A Brief Look At The Ongoing Conflict In Somalia

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A Brief Look At The Ongoing Conflict In Somalia

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On 31 January 2009, a new conflict started in Somalia when the al-Qaeda branch in Somalia, al-Shabaab, decided to step up its military operations against the Somali Federal Government once again. This time the conflict was fueled by the unrest in the Middle East and an unannounced alliance with a new Somali radical Islamic group known as Hizbul Islam.

Hizbul Islam was formed in January 2009 after the radical Islamist groups of Hassan Aweys’ ARS-A, Jabhatul Islamiya, Hassan Abdullah Hersi al-Turki’s Mu’askar Ras Kamboni and Muaskar Anole agreed to unify under the leadership of Ali Yassin Mohamed. Hezbul Islam also announced a war against the Somali Federal Government, which was already engaged in the conflict with al-Shabaab.

During the first months of the war the two groups launched several attacks mainly in southern Somalia against the Somali Federal Government backed by the African Union Mission in Somalia (AMISOM). However, al-Shabab and Hezbul Islam did not make any real new progress. However, the AMISOM and the Somali Army were unable to put an end to the al-Shabaab nightmare started in 2006.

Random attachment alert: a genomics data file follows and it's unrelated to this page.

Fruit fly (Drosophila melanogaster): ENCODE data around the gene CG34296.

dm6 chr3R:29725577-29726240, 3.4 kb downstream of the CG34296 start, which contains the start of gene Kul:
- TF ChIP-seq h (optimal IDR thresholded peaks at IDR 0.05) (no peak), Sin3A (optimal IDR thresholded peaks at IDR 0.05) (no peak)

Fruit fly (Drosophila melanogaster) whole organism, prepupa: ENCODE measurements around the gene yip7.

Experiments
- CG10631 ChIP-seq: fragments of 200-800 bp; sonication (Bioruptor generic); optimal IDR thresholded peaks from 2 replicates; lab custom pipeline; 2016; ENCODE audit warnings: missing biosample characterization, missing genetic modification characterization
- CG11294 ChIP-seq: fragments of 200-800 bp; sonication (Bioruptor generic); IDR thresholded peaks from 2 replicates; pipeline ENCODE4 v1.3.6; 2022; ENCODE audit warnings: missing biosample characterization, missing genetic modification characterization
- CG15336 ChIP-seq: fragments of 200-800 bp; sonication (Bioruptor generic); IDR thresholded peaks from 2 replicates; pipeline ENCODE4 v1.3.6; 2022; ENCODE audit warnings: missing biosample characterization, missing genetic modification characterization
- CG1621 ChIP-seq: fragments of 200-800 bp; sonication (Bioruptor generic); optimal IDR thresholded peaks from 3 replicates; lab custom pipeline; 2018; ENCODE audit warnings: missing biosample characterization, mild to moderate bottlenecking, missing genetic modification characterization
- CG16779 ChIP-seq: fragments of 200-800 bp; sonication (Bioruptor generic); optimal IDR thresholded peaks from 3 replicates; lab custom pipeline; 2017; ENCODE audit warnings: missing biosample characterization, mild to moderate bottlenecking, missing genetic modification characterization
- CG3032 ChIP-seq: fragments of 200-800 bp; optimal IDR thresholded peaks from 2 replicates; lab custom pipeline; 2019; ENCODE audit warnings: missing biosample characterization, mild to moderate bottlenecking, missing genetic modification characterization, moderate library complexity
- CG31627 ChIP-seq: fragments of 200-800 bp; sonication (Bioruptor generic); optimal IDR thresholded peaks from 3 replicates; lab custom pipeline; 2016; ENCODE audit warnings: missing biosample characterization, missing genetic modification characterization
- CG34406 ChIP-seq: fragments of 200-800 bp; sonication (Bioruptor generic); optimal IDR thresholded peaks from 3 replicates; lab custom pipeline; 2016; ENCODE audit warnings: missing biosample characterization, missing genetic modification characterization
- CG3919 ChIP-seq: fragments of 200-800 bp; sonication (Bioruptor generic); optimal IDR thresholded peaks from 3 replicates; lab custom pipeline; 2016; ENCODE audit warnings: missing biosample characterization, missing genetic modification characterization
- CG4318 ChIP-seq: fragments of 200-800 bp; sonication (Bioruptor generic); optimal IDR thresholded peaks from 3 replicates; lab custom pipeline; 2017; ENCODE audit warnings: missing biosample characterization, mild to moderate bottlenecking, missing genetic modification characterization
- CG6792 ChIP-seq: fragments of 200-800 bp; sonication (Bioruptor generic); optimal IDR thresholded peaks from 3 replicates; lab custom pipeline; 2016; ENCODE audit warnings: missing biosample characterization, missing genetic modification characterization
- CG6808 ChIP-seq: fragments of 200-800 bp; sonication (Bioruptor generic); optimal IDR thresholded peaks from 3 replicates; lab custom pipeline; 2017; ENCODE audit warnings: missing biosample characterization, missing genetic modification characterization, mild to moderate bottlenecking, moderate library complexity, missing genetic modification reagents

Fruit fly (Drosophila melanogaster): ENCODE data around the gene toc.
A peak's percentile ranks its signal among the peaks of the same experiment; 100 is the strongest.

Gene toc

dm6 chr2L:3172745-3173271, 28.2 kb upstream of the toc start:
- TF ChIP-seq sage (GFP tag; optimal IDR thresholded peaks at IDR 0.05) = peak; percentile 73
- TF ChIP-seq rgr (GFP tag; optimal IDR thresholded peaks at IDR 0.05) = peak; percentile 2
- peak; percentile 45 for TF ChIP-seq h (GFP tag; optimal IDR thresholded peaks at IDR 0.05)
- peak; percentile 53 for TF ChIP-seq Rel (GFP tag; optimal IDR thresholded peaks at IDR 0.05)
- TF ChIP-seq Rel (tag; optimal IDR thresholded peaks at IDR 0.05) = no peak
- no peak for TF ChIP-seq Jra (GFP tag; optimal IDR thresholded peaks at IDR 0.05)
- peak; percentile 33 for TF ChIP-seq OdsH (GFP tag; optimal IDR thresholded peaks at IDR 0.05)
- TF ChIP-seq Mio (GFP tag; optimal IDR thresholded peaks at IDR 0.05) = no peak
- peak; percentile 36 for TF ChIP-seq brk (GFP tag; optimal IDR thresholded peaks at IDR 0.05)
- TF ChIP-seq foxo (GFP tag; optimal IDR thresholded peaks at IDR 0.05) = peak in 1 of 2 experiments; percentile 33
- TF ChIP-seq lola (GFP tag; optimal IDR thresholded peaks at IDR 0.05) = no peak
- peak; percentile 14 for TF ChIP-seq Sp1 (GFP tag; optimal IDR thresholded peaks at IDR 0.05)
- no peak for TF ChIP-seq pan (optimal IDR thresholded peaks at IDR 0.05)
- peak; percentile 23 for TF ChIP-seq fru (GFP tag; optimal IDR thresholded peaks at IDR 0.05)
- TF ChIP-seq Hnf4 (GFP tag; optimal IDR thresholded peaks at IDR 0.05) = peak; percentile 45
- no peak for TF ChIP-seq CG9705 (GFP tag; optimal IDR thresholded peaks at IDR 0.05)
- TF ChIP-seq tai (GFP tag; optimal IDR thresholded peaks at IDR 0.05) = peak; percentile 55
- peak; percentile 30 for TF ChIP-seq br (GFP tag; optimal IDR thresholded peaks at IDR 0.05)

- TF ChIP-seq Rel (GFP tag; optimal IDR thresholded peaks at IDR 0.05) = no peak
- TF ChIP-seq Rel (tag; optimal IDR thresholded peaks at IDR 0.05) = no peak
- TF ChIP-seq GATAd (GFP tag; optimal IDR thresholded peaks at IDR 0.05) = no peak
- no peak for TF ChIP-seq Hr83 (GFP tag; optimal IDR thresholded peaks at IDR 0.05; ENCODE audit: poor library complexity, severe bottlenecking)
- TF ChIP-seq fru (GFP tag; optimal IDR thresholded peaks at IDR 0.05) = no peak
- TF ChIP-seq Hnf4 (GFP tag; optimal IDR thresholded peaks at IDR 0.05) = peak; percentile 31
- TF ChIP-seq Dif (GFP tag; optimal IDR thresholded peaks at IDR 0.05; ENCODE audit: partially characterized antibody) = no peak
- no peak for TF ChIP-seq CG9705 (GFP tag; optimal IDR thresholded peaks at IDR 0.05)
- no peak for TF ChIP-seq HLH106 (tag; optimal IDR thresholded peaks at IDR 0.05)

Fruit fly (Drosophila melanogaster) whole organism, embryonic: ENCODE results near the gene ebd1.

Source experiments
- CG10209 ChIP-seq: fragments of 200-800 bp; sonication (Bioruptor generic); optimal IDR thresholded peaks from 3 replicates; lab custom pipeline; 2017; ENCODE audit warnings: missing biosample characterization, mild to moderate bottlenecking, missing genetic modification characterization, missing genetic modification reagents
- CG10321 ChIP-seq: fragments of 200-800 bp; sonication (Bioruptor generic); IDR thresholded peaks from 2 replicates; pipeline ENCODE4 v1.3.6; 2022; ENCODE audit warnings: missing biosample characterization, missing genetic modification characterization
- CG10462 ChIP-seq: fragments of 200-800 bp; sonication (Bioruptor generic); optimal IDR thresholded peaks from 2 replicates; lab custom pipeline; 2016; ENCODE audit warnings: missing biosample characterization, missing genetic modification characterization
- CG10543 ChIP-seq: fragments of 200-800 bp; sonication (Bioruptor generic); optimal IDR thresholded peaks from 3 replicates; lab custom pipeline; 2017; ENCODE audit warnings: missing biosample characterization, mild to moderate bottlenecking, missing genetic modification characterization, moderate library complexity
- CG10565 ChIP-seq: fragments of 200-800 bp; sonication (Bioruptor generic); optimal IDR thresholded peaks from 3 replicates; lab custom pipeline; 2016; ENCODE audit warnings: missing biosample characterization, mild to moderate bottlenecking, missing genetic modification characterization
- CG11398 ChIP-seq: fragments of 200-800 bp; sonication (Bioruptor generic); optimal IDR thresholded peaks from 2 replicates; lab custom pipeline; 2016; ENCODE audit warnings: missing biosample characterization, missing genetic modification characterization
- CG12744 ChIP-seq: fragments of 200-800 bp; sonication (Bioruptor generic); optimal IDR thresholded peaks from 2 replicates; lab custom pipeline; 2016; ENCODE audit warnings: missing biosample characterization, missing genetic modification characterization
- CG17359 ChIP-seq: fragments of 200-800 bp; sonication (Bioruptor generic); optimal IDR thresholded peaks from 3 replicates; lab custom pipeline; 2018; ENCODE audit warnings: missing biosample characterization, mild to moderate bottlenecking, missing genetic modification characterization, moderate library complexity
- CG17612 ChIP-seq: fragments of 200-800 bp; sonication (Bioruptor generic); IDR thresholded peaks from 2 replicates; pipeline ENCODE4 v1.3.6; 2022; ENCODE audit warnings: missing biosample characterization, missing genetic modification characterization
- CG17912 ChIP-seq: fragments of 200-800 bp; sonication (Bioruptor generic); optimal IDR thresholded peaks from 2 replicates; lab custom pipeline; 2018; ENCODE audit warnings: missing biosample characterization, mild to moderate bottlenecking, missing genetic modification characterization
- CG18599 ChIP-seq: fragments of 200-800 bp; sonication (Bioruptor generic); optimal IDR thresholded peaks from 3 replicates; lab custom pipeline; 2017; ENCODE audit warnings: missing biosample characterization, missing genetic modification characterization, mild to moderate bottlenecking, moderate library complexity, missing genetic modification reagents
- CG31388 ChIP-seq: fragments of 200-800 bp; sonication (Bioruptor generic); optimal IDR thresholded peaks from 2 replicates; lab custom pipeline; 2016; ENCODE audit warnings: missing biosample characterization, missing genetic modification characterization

Stuck in a fruitless war against the Somali Federal Government, al-Shabaab turned to fight Hizbul Islam in order to strengthen its influence among Somalia’s radicals and to become the sole radical Islamist power in Somalia.

A Brief Look At The Ongoing Conflict In Somalia

Map By: Polgeonow.com

Clashes between al-Shabaab and Hezbul Islam broke out in Kismayo costal city in Lower Juba province in southern Somalia on 1 October 2009. After losing several battles to al-Shabaab, Hizbul Islam officially merged with the group on 20 December 2009.

After establishing itself as the only radical Islamic group in Somalia once again, al-Shabaab launched its biggest attack on the Somali capital, Mogadishu, on 23 August 2010. Al-Shabaab captured most of the northern and western parts of the city. However, the AMISOM and the Somali Army backed by the US recaptured the city and secured several areas around it after months of clashes on 6 August 2011.

The high cost of Mogadishu battle didn’t allow al-Shabaab to launch more major attacks against the Somali Federal Government. However, al-Shabaab continued conducting suicide attacks and hit and run attack all over southern Somalia, even in Mogadishu city.